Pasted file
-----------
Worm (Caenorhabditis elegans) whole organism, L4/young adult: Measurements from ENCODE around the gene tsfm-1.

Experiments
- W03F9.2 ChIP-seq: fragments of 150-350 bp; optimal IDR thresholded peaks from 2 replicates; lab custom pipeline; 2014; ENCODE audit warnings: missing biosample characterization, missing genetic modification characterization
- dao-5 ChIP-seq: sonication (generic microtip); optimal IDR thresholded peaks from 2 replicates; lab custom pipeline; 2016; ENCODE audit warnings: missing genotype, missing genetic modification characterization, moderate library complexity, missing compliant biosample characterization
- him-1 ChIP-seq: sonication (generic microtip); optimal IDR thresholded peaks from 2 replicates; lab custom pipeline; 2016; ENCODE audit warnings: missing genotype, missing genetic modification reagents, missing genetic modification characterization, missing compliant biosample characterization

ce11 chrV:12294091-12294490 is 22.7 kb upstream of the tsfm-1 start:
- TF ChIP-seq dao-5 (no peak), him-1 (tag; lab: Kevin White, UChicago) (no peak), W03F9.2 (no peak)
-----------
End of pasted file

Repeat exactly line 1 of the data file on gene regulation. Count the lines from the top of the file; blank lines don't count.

Worm (Caenorhabditis elegans) whole organism, L4/young adult: Measurements from ENCODE around the gene tsfm-1.